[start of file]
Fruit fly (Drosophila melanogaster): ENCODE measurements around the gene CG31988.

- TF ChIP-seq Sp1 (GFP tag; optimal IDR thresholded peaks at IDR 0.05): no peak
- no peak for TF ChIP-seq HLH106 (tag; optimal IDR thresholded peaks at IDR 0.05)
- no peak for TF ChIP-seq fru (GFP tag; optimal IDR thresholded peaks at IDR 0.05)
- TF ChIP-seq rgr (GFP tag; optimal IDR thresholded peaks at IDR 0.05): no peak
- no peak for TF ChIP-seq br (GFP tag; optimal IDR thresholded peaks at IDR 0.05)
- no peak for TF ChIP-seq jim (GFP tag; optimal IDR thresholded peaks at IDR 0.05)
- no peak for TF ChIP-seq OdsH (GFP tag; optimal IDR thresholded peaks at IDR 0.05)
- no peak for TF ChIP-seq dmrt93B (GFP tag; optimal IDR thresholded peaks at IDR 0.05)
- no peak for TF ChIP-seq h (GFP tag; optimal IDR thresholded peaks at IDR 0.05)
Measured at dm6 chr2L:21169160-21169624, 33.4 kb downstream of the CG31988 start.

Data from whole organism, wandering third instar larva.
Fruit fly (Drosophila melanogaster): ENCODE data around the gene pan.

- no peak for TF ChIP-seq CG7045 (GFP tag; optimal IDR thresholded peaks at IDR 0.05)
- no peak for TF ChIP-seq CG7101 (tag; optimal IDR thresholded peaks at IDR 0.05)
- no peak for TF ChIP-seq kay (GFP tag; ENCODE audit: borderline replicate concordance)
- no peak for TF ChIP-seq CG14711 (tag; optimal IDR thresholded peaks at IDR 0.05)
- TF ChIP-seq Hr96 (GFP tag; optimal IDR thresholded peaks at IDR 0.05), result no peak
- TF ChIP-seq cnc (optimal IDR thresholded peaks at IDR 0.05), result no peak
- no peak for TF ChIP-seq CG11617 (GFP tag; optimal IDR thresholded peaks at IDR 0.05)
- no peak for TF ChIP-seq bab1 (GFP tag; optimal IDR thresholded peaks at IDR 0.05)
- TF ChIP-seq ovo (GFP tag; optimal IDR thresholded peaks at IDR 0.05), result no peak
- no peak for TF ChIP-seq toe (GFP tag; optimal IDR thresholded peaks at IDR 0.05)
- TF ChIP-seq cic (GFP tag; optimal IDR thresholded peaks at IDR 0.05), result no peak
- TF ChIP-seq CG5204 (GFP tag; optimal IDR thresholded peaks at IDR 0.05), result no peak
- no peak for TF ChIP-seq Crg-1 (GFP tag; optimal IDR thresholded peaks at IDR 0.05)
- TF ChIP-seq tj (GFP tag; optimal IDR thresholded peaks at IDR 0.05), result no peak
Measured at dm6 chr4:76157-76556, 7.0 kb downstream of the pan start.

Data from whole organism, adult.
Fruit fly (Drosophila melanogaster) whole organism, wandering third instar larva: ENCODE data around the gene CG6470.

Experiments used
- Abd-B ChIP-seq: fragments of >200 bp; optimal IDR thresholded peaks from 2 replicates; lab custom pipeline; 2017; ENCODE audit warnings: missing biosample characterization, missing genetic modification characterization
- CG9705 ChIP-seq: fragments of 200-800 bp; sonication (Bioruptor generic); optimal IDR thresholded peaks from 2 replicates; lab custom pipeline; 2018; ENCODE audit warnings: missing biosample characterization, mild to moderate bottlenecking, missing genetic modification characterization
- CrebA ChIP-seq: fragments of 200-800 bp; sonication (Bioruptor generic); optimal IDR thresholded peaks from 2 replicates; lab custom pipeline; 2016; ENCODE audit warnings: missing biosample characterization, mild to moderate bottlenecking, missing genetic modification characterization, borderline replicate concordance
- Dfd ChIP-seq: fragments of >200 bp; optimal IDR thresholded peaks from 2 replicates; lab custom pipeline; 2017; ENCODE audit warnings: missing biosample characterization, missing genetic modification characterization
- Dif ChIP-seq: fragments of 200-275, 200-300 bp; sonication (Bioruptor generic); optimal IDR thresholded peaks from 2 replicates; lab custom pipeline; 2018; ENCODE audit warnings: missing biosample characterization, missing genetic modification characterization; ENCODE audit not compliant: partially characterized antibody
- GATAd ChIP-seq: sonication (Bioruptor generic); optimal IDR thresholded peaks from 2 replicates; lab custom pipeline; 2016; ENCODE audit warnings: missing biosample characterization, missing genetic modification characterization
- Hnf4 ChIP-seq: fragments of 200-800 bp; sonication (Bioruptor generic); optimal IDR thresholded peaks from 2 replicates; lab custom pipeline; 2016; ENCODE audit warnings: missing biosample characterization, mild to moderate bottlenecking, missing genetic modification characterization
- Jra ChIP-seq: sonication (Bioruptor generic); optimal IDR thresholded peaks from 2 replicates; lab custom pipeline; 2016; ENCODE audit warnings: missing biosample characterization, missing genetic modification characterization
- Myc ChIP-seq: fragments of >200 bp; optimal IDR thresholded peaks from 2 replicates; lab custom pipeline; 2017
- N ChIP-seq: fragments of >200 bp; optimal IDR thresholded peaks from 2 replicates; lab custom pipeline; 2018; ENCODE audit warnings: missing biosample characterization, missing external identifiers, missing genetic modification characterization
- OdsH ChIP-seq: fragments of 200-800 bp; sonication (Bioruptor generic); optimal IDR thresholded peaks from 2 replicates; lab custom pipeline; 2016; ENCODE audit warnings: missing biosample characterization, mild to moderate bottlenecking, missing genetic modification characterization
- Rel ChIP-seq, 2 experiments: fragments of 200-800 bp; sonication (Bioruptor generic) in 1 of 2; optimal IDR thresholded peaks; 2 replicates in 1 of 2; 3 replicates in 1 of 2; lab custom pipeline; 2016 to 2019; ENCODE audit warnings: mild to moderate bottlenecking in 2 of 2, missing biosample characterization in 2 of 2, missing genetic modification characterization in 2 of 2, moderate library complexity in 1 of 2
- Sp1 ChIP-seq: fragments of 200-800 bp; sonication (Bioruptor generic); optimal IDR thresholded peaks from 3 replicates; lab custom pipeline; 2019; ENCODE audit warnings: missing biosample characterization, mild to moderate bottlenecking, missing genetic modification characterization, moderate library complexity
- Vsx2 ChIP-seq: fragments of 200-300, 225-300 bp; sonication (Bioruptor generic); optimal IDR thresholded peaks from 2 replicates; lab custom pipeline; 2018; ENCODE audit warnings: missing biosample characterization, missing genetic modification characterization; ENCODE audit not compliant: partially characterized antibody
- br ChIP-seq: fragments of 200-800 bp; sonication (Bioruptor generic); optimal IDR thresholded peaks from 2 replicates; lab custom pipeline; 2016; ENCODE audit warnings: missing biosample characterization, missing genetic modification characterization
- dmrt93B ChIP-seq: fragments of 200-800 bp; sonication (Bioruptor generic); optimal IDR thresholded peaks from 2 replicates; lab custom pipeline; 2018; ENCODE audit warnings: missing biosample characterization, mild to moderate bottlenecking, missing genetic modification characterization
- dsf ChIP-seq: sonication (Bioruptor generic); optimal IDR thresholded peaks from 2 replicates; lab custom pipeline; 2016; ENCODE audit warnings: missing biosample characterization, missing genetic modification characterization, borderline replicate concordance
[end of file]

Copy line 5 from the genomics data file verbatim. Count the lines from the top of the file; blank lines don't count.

- TF ChIP-seq rgr (GFP tag; optimal IDR thresholded peaks at IDR 0.05): no peak